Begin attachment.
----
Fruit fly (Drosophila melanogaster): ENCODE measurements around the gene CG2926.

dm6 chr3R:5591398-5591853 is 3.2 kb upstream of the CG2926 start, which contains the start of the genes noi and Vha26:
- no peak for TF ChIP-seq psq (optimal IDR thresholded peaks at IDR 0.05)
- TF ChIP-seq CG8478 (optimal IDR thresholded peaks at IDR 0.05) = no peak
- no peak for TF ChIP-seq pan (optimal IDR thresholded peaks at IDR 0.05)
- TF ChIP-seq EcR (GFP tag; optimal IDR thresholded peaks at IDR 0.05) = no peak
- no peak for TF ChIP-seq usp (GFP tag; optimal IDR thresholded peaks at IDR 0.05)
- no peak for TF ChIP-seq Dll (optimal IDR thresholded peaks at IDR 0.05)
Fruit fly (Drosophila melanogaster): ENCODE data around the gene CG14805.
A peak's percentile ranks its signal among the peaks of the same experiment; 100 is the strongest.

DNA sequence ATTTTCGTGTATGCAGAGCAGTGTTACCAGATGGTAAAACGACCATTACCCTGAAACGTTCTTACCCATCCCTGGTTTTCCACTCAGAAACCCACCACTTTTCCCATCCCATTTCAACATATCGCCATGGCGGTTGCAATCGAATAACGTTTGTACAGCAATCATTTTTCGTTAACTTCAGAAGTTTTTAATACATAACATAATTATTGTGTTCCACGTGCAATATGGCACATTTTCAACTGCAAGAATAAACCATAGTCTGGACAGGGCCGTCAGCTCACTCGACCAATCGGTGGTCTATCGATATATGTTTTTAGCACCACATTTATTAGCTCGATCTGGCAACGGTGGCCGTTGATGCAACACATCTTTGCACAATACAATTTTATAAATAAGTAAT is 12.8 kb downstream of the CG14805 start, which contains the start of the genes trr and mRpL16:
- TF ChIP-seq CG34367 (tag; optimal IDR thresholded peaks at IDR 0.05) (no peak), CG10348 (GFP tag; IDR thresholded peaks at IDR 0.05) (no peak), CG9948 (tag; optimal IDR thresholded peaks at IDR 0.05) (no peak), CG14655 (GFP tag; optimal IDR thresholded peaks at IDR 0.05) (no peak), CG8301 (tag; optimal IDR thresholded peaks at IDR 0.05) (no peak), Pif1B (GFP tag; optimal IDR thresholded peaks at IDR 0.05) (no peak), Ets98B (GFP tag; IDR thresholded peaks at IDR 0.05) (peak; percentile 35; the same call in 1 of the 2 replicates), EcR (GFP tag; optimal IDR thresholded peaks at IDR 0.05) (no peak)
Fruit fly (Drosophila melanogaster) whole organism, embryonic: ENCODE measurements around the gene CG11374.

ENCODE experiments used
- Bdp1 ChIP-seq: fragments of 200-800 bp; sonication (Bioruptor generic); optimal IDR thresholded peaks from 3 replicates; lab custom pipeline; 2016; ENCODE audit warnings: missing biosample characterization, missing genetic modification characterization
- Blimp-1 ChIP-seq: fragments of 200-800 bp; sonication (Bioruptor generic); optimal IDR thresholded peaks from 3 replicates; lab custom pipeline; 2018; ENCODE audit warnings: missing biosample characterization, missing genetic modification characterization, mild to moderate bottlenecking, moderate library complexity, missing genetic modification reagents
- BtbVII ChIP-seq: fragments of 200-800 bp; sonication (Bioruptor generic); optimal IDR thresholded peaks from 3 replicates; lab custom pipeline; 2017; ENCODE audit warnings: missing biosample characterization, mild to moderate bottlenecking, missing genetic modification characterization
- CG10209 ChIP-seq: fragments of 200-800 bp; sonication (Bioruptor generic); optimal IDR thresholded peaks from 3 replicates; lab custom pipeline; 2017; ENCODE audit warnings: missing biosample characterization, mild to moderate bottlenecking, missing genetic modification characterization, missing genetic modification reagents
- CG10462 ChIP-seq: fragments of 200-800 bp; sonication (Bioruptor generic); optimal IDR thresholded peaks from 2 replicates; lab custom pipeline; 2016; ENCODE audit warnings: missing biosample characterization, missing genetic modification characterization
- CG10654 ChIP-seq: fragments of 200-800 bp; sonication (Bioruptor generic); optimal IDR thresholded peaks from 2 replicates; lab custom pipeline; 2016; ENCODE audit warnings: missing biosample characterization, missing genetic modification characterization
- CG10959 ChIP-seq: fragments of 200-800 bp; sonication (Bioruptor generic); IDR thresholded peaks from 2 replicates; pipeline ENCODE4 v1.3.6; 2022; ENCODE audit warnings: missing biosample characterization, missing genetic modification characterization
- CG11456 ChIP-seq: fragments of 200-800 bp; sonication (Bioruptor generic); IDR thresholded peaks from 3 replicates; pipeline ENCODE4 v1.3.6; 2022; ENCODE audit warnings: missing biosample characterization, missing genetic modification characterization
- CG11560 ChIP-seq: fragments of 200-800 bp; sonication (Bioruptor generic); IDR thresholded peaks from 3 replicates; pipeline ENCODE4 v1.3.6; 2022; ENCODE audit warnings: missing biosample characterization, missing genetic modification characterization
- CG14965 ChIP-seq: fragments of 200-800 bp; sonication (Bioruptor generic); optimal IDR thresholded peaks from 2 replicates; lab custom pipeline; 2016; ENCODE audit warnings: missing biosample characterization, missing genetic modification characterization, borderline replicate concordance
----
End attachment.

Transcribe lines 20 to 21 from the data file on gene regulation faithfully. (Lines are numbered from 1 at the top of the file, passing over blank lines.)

- CG10654 ChIP-seq: fragments of 200-800 bp; sonication (Bioruptor generic); optimal IDR thresholded peaks from 2 replicates; lab custom pipeline; 2016; ENCODE audit warnings: missing biosample characterization, missing genetic modification characterization
- CG10959 ChIP-seq: fragments of 200-800 bp; sonication (Bioruptor generic); IDR thresholded peaks from 2 replicates; pipeline ENCODE4 v1.3.6; 2022; ENCODE audit warnings: missing biosample characterization, missing genetic modification characterization